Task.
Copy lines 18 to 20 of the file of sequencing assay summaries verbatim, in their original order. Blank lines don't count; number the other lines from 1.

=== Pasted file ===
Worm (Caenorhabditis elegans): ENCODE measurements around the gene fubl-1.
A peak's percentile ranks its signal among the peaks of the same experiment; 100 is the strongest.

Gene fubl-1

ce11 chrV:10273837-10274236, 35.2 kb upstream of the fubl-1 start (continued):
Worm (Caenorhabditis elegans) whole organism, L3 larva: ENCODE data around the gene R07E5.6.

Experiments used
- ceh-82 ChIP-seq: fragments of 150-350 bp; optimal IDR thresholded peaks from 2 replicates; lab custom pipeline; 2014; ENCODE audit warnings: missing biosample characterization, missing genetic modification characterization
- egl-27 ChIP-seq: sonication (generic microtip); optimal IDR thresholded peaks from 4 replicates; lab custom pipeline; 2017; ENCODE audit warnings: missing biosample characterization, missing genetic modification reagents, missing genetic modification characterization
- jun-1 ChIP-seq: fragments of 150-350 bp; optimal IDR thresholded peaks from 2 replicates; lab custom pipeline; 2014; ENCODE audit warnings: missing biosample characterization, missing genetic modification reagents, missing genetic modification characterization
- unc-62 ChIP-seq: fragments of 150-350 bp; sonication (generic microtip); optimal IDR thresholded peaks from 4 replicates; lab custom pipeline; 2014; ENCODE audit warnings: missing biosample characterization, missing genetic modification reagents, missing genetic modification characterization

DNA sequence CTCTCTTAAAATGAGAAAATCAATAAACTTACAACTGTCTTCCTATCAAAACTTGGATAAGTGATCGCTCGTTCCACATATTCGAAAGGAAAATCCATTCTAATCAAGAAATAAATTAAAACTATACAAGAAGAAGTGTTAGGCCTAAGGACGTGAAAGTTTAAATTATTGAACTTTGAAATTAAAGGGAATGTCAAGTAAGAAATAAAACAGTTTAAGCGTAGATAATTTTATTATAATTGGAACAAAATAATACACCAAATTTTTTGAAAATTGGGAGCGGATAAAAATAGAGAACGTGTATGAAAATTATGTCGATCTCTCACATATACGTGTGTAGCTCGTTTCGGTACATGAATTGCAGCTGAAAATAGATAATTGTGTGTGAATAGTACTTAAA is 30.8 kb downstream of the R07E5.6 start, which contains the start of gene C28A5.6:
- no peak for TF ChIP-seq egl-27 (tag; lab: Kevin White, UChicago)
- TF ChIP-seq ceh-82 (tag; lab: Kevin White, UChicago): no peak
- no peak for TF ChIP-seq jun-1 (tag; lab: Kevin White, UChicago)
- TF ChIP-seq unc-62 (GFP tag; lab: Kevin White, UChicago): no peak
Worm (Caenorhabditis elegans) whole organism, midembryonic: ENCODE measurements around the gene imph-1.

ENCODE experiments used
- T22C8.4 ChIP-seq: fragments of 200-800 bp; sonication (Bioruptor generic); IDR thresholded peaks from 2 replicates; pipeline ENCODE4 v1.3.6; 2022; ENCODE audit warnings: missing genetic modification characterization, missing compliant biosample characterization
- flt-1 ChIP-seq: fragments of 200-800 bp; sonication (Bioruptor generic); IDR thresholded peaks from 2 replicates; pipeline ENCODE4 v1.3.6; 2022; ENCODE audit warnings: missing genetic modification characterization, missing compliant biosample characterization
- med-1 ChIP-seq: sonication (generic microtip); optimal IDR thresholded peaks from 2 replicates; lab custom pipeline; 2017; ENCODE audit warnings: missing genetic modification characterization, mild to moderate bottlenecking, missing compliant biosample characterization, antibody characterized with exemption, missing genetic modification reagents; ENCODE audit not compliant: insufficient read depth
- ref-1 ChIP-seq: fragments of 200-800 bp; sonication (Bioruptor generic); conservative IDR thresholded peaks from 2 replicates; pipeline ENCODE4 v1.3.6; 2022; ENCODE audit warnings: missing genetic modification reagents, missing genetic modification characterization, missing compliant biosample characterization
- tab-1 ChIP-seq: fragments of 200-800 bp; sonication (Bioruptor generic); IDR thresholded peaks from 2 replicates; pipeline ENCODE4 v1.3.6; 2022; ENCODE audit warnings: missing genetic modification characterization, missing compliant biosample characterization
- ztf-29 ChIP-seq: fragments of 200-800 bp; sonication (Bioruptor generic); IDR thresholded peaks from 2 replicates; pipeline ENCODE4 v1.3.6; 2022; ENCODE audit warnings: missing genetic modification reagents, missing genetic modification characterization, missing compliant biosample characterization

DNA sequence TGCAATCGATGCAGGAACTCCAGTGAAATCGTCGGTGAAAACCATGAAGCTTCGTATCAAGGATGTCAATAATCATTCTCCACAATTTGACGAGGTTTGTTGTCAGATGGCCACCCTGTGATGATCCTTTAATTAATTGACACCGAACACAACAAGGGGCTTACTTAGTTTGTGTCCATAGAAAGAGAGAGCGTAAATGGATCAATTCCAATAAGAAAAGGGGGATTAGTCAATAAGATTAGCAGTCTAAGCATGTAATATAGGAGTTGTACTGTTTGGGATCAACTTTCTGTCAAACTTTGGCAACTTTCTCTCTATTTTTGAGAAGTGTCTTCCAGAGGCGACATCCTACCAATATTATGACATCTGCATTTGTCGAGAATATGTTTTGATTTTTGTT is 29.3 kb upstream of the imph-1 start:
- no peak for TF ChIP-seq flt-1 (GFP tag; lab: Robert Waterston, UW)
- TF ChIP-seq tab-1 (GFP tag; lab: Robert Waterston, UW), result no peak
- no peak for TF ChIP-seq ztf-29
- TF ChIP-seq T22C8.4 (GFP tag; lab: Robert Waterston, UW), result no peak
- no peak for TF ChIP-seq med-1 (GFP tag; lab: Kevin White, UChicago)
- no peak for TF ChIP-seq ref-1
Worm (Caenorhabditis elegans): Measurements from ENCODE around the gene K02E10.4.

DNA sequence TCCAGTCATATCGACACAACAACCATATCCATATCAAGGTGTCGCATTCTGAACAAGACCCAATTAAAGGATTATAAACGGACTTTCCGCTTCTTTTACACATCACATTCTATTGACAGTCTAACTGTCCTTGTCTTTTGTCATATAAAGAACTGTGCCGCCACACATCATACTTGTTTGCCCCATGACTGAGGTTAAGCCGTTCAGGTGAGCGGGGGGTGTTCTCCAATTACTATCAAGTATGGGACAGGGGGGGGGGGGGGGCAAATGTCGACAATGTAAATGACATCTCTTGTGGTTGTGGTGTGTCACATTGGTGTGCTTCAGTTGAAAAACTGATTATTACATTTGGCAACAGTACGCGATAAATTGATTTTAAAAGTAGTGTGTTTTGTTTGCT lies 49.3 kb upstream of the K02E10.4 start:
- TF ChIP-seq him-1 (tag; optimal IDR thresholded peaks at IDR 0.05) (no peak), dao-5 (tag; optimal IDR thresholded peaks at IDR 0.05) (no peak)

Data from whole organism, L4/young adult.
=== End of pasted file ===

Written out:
- T22C8.4 ChIP-seq: fragments of 200-800 bp; sonication (Bioruptor generic); IDR thresholded peaks from 2 replicates; pipeline ENCODE4 v1.3.6; 2022; ENCODE audit warnings: missing genetic modification characterization, missing compliant biosample characterization
- flt-1 ChIP-seq: fragments of 200-800 bp; sonication (Bioruptor generic); IDR thresholded peaks from 2 replicates; pipeline ENCODE4 v1.3.6; 2022; ENCODE audit warnings: missing genetic modification characterization, missing compliant biosample characterization
- med-1 ChIP-seq: sonication (generic microtip); optimal IDR thresholded peaks from 2 replicates; lab custom pipeline; 2017; ENCODE audit warnings: missing genetic modification characterization, mild to moderate bottlenecking, missing compliant biosample characterization, antibody characterized with exemption, missing genetic modification reagents; ENCODE audit not compliant: insufficient read depth